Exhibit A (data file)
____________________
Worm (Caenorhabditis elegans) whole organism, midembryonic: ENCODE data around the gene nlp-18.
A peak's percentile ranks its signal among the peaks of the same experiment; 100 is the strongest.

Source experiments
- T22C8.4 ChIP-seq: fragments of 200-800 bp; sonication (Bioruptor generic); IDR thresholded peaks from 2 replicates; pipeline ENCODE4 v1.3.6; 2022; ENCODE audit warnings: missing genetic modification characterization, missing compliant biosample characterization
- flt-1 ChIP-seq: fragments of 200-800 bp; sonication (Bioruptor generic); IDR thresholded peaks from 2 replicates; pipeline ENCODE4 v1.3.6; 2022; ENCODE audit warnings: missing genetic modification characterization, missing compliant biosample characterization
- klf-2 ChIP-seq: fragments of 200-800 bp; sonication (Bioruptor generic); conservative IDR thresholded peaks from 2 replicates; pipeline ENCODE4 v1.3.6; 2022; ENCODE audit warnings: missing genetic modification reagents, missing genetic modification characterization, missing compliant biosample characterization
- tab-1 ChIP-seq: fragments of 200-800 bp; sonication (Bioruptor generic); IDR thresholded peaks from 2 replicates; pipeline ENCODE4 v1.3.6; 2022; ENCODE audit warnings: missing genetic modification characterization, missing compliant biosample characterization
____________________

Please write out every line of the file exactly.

Worm (Caenorhabditis elegans) whole organism, midembryonic: ENCODE data around the gene nlp-18.
A peak's percentile ranks its signal among the peaks of the same experiment; 100 is the strongest.

Source experiments
- T22C8.4 ChIP-seq: fragments of 200-800 bp; sonication (Bioruptor generic); IDR thresholded peaks from 2 replicates; pipeline ENCODE4 v1.3.6; 2022; ENCODE audit warnings: missing genetic modification characterization, missing compliant biosample characterization
- flt-1 ChIP-seq: fragments of 200-800 bp; sonication (Bioruptor generic); IDR thresholded peaks from 2 replicates; pipeline ENCODE4 v1.3.6; 2022; ENCODE audit warnings: missing genetic modification characterization, missing compliant biosample characterization
- klf-2 ChIP-seq: fragments of 200-800 bp; sonication (Bioruptor generic); conservative IDR thresholded peaks from 2 replicates; pipeline ENCODE4 v1.3.6; 2022; ENCODE audit warnings: missing genetic modification reagents, missing genetic modification characterization, missing compliant biosample characterization
- tab-1 ChIP-seq: fragments of 200-800 bp; sonication (Bioruptor generic); IDR thresholded peaks from 2 replicates; pipeline ENCODE4 v1.3.6; 2022; ENCODE audit warnings: missing genetic modification characterization, missing compliant biosample characterization